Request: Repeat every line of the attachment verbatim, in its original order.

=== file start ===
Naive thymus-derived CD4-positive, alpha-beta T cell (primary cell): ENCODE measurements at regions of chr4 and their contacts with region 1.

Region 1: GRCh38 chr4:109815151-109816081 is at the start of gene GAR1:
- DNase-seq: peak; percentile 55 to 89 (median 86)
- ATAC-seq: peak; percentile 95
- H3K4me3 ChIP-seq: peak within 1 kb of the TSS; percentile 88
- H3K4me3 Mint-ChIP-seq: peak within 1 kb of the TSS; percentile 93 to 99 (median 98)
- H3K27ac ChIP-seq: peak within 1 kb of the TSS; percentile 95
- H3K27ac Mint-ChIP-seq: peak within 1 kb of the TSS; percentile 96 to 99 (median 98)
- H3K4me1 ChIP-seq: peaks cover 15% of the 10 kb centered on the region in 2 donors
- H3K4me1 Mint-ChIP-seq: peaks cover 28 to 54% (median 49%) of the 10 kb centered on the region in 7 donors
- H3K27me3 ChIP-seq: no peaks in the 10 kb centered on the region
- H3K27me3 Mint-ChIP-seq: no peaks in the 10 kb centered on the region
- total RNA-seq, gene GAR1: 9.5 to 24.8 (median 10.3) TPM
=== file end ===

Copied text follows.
Naive thymus-derived CD4-positive, alpha-beta T cell (primary cell): ENCODE measurements at regions of chr4 and their contacts with region 1.

Region 1: GRCh38 chr4:109815151-109816081 is at the start of gene GAR1:
- DNase-seq: peak; percentile 55 to 89 (median 86)
- ATAC-seq: peak; percentile 95
- H3K4me3 ChIP-seq: peak within 1 kb of the TSS; percentile 88
- H3K4me3 Mint-ChIP-seq: peak within 1 kb of the TSS; percentile 93 to 99 (median 98)
- H3K27ac ChIP-seq: peak within 1 kb of the TSS; percentile 95
- H3K27ac Mint-ChIP-seq: peak within 1 kb of the TSS; percentile 96 to 99 (median 98)
- H3K4me1 ChIP-seq: peaks cover 15% of the 10 kb centered on the region in 2 donors
- H3K4me1 Mint-ChIP-seq: peaks cover 28 to 54% (median 49%) of the 10 kb centered on the region in 7 donors
- H3K27me3 ChIP-seq: no peaks in the 10 kb centered on the region
- H3K27me3 Mint-ChIP-seq: no peaks in the 10 kb centered on the region
- total RNA-seq, gene GAR1: 9.5 to 24.8 (median 10.3) TPM